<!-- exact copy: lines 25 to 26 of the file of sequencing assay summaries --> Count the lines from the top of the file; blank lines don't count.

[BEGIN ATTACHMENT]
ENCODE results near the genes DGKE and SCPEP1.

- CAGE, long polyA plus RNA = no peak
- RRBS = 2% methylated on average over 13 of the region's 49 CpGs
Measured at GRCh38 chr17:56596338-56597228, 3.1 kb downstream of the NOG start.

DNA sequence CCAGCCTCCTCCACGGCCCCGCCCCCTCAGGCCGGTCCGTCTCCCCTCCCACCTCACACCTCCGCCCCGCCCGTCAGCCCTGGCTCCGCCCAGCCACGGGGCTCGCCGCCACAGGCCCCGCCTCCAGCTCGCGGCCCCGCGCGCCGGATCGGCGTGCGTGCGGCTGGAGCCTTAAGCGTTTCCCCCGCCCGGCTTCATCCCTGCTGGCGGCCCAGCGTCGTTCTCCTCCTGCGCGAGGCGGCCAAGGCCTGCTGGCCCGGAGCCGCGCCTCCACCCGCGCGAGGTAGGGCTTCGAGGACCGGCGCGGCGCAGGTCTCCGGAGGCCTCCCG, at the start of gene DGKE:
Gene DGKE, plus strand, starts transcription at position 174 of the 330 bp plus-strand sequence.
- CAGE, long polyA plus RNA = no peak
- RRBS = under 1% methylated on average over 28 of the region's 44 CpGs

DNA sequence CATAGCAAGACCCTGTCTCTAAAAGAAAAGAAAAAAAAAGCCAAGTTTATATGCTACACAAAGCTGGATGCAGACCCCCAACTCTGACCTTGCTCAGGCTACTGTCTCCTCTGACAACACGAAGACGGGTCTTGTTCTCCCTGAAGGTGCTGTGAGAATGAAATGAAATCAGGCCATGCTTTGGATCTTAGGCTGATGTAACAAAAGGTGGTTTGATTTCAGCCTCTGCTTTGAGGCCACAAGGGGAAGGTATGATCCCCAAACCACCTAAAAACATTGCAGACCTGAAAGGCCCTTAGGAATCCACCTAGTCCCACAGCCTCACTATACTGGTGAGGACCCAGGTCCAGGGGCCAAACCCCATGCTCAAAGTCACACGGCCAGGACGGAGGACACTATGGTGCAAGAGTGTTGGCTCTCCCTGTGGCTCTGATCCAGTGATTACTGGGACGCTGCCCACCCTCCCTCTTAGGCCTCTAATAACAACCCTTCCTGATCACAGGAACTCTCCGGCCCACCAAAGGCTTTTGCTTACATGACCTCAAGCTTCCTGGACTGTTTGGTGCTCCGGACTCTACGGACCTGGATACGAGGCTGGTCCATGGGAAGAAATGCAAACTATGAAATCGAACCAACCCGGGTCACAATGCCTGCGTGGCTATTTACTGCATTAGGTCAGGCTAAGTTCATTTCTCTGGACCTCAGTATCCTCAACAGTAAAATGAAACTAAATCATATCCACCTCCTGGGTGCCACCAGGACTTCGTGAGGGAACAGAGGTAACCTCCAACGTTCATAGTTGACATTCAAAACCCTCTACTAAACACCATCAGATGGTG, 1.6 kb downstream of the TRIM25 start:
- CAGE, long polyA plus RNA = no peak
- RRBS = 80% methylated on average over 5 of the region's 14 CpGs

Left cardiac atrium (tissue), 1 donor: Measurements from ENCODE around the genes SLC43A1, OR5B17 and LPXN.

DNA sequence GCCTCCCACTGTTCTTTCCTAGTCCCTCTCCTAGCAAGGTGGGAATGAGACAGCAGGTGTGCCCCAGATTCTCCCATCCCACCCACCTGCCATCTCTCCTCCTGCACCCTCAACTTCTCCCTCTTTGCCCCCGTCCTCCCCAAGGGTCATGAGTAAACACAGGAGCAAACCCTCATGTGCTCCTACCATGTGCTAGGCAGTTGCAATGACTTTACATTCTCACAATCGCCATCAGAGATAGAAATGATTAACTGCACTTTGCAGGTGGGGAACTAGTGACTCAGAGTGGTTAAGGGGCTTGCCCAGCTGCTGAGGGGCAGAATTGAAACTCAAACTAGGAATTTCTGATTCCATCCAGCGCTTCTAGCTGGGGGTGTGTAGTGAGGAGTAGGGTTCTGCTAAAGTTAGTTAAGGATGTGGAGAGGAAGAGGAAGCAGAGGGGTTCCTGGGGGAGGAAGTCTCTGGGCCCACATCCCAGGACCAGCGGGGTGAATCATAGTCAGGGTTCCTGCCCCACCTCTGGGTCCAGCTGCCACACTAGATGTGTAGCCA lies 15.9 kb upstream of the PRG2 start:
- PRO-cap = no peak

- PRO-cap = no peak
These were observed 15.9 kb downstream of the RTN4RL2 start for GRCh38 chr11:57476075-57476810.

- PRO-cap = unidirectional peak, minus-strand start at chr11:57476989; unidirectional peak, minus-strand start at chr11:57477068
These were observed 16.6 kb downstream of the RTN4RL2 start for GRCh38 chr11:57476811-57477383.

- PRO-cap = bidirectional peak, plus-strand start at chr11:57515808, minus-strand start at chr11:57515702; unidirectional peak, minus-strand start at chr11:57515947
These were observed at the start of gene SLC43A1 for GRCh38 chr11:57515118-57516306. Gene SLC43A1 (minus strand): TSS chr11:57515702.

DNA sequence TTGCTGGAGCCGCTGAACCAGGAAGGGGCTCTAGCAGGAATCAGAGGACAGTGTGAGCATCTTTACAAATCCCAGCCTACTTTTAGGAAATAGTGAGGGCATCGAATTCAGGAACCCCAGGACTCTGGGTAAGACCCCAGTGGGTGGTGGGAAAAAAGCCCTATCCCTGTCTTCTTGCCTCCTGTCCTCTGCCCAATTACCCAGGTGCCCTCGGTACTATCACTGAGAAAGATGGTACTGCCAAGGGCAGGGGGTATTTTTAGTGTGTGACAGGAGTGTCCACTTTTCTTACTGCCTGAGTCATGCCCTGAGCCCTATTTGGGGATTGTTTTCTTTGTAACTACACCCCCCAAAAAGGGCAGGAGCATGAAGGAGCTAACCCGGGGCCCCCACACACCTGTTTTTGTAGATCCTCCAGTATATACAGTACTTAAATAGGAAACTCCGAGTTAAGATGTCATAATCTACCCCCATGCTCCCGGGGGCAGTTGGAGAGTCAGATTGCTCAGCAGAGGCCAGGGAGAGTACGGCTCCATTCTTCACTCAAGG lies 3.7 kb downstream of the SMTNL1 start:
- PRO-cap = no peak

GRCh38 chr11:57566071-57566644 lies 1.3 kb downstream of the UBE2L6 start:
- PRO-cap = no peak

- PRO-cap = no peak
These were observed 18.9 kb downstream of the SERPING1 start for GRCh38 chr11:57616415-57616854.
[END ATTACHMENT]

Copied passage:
- PRO-cap = no peak
These were observed 18.9 kb downstream of the SERPING1 start for GRCh38 chr11:57616415-57616854.